It’s not too difficult to use a TV-screen as a second screen for computing equipment these days. This gives users full access to the applications on their computing device. I know this type of hookup is a technical chore that may keep most people from doing it. But I suspect the same people that would use a TV application are the same people that would hookup the TV to a portable device. In that case, why would the limit themselves to the smaller selection of TV apps?

The service years of a TV outlasts the typical computing device.
Many people update their computing every three to four years. But TVs can last much longer than that. It doesn’t appear the TV manufacturer’s are building in a good way to update their web application menus. So they quickly become dated. This hurts usage because consumers will gravitate to their more modern computing device.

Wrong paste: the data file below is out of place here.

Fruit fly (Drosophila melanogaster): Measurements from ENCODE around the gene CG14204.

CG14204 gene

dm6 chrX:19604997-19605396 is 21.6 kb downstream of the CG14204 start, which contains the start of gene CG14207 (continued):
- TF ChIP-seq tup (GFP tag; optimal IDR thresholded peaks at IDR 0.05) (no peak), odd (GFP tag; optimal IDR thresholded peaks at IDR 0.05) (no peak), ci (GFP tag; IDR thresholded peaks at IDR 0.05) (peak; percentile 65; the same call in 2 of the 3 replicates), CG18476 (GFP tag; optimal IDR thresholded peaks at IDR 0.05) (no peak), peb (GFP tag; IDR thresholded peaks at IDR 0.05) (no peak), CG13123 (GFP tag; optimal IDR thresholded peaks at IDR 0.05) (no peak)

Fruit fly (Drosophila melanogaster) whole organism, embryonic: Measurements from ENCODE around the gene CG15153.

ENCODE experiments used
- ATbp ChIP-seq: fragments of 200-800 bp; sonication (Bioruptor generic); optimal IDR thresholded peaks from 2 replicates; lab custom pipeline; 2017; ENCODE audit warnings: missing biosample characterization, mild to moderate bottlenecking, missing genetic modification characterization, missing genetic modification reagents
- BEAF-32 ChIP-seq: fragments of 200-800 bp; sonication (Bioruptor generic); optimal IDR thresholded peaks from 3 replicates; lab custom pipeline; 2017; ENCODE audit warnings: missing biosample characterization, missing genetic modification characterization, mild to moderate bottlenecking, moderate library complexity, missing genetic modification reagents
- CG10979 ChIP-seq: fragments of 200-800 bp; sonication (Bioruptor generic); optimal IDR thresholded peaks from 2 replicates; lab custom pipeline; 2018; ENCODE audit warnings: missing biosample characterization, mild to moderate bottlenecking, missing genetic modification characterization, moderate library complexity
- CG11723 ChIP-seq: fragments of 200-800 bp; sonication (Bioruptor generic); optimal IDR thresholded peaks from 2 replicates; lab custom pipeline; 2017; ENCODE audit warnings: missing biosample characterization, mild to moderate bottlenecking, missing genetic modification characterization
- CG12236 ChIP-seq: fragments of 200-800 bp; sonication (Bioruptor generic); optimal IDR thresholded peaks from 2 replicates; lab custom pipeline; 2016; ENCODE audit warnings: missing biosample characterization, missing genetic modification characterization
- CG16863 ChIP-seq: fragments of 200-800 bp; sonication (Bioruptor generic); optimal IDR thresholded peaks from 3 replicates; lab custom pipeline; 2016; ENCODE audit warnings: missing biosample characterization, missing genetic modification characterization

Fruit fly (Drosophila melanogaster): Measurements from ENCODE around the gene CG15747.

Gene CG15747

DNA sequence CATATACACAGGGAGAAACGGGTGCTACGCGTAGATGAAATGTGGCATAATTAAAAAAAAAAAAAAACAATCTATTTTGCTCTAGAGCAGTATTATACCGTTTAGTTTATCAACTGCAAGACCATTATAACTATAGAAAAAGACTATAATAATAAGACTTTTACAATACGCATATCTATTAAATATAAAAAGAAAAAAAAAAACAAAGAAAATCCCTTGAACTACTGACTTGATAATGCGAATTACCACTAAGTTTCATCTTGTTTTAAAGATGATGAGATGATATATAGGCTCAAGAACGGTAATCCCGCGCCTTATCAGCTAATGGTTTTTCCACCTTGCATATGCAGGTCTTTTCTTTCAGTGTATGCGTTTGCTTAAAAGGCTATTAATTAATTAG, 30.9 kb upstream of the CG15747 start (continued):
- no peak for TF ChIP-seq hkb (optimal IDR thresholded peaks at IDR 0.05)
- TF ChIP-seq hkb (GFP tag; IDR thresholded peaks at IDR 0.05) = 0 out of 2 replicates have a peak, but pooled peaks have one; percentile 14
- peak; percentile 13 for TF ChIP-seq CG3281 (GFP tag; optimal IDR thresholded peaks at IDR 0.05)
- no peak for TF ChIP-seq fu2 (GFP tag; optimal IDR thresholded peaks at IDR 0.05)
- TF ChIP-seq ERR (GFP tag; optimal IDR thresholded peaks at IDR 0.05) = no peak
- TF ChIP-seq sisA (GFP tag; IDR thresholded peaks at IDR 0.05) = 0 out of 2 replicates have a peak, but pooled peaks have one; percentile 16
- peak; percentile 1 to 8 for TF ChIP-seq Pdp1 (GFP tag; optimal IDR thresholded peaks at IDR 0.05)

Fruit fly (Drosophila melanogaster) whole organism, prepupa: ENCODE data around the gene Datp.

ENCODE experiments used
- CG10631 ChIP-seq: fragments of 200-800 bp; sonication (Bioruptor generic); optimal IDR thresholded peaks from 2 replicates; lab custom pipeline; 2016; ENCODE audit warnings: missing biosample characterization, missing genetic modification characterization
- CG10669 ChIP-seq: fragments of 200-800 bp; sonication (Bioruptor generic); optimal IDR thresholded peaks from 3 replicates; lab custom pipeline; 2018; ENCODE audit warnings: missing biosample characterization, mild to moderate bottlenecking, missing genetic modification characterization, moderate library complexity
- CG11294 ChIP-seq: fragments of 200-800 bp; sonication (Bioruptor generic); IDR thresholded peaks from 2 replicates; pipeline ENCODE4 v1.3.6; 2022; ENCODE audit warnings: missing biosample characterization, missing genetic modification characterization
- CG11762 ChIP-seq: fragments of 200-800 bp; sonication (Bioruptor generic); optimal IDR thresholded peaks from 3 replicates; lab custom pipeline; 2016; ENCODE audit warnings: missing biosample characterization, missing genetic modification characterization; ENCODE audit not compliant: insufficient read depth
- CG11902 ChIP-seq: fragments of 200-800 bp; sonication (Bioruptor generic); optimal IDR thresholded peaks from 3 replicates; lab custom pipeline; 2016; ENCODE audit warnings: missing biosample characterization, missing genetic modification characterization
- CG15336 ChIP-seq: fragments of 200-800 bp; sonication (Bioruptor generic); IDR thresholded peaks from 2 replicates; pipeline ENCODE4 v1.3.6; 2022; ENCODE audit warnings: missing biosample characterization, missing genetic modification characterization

So what should TV manufacturer’s do about this? Should they stop making Smart TVs? How can they compete with streaming services like Apple TV, Slingbox, and Google TV? I think part of this answer is to make the experience of the TV closer to the experience on other computing devices. Run the application service on a variation of open source software such as Android. Get access to an app store. Don’t expect the consumers to change their behavior, but find a way to more closely mimic what the consumers already use. That sounds like a smart move.